It's important to remember that this isn't a list of who you'd want for a game tomorrow, but rather who you'd want to lead a franchise for the next decade. So there's a good deal of projection involved, even as Burrow is now out for the season with a knee injury. While Kyler Murray and Josh Allen might have been playing better headed into Week 11, Burrow's rookie season blows their respective first-year campaigns out the water. His 74.7 overall grade would be the seventh highest from a rookie that we've seen since we started grading in 2006.

How is he doing it? Well, that pinpoint accuracy that Burrow was known for during his Heisman campaign at LSU hasn't gone anywhere. While he has struggled to connect on some deep balls this season, Burrow has been the fifth-most accurate quarterback in the NFL throwing to the intermediate range — the area often thought to separate the elite quarterbacks from the mediocre ones. The quarterbacks who join him in the top five are Brees, Dak PrescottPhilip Rivers and Russell Wilson. That's pretty good company for a rookie to keep.

6. Kyler MurrayArizona Cardinals

Draft class: 2019

7. Josh AllenBuffalo Bills

Draft class: 2018

Before the season, Allen wouldn't have come close to cracking the top 10 here. That's indicative of how fickle the business of player evaluation can be, but also a testament to the kind of leap Allen made from Year 2 to Year 3 with the Bills. He has massively improved in the one area most agree is nearly impossible to improve: accuracy.

The numbers are astounding. He went from his targeted passes being deemed accurate 51.4% of the time in 2019 to 59% in 2020. He went from his targeted passes being deemed uncatchable 26.8% of the time in 2019 to 16.5% in 2020. That's a leap we've really never seen in our charting. At only 24 years old, and with one year of junior college and two years of starting in the Mountain West under his belt before he entered the NFL, Allen is a “tools” prospect success story.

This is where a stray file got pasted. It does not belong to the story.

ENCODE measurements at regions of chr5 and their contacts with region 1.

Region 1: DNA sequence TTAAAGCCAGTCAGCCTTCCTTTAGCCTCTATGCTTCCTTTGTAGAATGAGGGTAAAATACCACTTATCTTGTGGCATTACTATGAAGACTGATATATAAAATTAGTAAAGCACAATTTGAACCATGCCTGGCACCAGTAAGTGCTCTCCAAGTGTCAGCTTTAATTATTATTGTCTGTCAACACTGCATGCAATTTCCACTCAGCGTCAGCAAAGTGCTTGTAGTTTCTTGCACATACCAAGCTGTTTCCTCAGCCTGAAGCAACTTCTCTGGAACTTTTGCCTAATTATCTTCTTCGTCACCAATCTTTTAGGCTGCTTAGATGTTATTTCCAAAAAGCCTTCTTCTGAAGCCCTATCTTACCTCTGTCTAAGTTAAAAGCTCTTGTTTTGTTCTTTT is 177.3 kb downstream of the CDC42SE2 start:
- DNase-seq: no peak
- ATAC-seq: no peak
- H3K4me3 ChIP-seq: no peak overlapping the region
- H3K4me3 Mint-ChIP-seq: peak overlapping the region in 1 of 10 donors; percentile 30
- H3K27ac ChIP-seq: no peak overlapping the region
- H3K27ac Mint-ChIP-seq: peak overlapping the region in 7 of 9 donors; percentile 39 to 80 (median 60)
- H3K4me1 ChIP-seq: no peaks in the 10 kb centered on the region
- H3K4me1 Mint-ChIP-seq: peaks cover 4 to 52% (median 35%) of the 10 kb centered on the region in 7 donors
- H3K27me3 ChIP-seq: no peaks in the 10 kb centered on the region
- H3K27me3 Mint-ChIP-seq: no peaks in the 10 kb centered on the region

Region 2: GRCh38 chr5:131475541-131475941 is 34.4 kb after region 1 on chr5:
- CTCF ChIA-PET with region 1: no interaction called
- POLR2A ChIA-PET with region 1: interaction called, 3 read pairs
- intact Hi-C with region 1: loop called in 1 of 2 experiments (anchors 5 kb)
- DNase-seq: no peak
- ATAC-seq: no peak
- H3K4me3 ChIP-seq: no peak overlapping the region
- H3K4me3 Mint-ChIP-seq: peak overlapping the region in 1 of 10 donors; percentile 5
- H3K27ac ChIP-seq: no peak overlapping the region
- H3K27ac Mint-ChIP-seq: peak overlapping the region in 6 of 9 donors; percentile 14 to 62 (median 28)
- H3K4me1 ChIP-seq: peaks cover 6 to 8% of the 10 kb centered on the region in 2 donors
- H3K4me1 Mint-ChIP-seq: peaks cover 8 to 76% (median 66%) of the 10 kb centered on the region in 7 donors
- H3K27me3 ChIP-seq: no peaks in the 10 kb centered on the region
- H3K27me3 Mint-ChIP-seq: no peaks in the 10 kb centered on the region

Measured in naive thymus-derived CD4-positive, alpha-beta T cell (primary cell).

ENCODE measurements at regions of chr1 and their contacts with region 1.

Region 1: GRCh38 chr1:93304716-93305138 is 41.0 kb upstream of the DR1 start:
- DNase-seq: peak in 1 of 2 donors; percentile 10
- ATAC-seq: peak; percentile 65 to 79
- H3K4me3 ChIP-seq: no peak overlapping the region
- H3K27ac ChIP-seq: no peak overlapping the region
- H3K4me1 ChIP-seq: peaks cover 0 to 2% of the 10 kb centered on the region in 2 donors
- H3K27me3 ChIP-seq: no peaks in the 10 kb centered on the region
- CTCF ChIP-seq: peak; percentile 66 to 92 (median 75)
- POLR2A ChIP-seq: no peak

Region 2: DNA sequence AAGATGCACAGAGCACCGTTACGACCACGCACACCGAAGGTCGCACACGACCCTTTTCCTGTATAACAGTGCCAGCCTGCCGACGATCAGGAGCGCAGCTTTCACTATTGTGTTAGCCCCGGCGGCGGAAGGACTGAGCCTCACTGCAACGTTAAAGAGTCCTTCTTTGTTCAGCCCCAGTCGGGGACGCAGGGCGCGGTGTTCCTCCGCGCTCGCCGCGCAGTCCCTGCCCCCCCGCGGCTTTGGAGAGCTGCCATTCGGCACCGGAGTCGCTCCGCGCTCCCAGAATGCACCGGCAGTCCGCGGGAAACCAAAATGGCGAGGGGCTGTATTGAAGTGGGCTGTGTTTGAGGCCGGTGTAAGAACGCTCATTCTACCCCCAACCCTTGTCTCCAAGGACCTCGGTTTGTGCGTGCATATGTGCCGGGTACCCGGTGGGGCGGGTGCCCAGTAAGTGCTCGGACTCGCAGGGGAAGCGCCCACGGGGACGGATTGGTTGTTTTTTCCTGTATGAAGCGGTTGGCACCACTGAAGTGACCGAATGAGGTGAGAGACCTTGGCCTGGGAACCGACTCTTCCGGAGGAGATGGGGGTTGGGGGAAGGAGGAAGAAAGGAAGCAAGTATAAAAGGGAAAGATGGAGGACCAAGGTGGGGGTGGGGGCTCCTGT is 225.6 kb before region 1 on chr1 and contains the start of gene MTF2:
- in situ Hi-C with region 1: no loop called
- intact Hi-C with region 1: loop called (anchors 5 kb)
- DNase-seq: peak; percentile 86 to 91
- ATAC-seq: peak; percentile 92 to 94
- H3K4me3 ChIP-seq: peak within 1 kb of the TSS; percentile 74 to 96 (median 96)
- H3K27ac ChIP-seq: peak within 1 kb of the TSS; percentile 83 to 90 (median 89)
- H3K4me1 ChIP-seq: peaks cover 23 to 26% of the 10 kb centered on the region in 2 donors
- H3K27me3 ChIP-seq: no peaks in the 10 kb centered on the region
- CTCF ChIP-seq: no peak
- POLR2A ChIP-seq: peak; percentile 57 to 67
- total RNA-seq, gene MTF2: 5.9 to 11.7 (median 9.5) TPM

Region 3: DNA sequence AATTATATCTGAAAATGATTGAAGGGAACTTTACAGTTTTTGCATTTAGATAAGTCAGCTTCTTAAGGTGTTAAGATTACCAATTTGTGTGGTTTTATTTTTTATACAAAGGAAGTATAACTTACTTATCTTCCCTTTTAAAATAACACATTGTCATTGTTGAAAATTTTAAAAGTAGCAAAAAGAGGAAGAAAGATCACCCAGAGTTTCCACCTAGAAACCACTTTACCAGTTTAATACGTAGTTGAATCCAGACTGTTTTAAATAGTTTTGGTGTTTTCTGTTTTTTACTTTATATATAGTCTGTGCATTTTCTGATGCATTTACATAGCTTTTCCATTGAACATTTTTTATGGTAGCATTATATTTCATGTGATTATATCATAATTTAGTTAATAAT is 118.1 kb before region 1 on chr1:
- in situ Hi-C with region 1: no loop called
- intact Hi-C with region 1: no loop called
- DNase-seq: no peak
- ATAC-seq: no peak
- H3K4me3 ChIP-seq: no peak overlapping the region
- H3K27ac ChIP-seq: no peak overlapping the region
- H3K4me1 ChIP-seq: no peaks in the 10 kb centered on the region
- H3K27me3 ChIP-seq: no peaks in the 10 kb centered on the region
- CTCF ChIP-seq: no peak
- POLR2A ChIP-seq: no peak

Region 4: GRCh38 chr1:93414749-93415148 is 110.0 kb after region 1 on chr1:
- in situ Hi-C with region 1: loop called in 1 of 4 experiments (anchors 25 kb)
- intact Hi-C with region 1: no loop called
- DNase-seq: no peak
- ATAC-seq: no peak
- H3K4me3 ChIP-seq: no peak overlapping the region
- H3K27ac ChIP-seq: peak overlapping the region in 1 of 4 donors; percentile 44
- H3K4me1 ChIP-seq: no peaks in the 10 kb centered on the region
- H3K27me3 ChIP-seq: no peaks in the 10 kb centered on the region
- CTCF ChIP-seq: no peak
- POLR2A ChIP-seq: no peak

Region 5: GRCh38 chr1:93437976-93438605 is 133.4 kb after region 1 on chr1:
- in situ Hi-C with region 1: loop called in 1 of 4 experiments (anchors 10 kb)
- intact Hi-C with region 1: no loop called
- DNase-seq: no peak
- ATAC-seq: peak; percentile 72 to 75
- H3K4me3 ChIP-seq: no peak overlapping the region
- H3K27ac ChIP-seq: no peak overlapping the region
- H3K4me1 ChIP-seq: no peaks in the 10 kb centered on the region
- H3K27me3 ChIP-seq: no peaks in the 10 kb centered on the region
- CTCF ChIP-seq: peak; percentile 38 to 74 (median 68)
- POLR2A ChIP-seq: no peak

8. Justin FieldsOhio State Buckeyes

Draft class: 2021

Before the whole “Ohio State QBs never work out in the NFL” conversation comes up, consider this. Dwayne Haskins Jr. earned an 84.9 passing grade in his lone year as a starter for the Buckeyes and gained 51.4% of his yards through the air. Fields, on the other hand, earned a 92.4 passing grade in 2019 while a ridiculous 72.0% of his yardage came through the air. Fields simply does far more heavy lifting in the Buckeyes' offense than anyone who came before him.

Fields started 2020 with three straight games of 90.0-plus passing grades, with 11 touchdowns and zero interceptions. And we haven't even mentioned that he's valuable as a runner, too. Fields racked up 688 yards with 20 broken tackles on 72 carries last season.

Nov 22, 2020; Inglewood, California, USA; Los Angeles Chargers quarterback Justin Herbert (10) throws the ball against the New York Jets in the second half at SoFi Stadium. Credit: Jayne Kamin-Oncea-USA TODAY Sports

9. Justin HerbertLos Angeles Chargers

Draft class: 2020

Ninth might seem low for how well Herbert has started off his rookie season, but that's how much talent has entered the league of late. The Oregon product has been a big-play specialist for the Chargers so far. It's not often you say that about a rookie, and it is made even more ridiculous when you realize he was far from that for the Ducks last season. His 19 big-time throws rank ninth among all quarterbacks in the NFL through 10 weeks — only two fewer than he had at Oregon in all of 2019.

That's why scheme is so important at the QB position. He was in a lateral, screen-heavy offense at Oregon that rarely attacked downfield. The Chargers have been the opposite, and his natural arm talent has shined. While the hype train came crashing back down to earth a bit with a rough performance against the Dolphins, Herbert has still shown more than enough to know he's for real.

10. Zach WilsonBYU Cougars

Draft class: 2021

There's no fluke to Wilson's meteoric rise up draft boards this season. He edges out Dolphins rookie Tua Tagovailoa because of his physical tools. Wilson has a quick snap release that can send the ball 50-plus yards downfield on the move with a flick. And he isn't missing throws this season. He ranks third in FBS with only 12.7% of his throws being deemed uncatchable.

It's not as though Wilson is out there running screens and run-pass options to pad his accuracy numbers underneath, either. He ranks fourth in the country with 20 big-time throws, and his average depth of target is a healthy 10.7 yards downfield. In a loaded draft class at the position, Wilson's 94.7 passing grade leads the nation. Expect him to be one of the top quarterbacks taken next April.